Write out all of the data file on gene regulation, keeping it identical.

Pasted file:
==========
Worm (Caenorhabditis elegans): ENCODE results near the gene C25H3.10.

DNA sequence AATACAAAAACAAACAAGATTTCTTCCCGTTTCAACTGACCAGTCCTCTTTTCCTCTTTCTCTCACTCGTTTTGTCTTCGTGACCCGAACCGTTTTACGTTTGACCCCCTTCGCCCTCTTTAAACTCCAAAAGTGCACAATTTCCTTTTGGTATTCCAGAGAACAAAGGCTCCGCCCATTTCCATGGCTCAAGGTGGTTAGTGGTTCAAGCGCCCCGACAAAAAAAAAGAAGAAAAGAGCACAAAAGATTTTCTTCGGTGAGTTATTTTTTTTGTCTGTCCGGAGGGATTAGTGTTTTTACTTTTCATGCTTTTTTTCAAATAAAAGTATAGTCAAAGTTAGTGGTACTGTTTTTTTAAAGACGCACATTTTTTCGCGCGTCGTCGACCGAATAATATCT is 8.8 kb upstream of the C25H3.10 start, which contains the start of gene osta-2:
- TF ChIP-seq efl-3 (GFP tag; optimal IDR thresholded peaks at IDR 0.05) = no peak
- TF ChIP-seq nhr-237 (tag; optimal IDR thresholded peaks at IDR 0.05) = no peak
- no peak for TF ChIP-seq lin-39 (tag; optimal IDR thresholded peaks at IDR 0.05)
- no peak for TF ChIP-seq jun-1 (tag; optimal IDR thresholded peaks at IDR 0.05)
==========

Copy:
Worm (Caenorhabditis elegans): ENCODE results near the gene C25H3.10.

DNA sequence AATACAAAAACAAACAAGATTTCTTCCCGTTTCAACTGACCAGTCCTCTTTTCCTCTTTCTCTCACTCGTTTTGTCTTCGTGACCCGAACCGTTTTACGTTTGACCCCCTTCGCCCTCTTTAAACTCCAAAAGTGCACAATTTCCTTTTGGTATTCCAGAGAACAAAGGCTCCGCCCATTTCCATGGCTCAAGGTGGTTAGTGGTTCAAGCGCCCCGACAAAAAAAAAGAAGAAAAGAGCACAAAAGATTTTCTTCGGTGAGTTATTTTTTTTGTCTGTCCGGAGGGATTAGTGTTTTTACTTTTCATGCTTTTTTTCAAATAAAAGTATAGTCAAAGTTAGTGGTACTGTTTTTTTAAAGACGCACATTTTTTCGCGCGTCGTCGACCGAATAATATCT is 8.8 kb upstream of the C25H3.10 start, which contains the start of gene osta-2:
- TF ChIP-seq efl-3 (GFP tag; optimal IDR thresholded peaks at IDR 0.05) = no peak
- TF ChIP-seq nhr-237 (tag; optimal IDR thresholded peaks at IDR 0.05) = no peak
- no peak for TF ChIP-seq lin-39 (tag; optimal IDR thresholded peaks at IDR 0.05)
- no peak for TF ChIP-seq jun-1 (tag; optimal IDR thresholded peaks at IDR 0.05)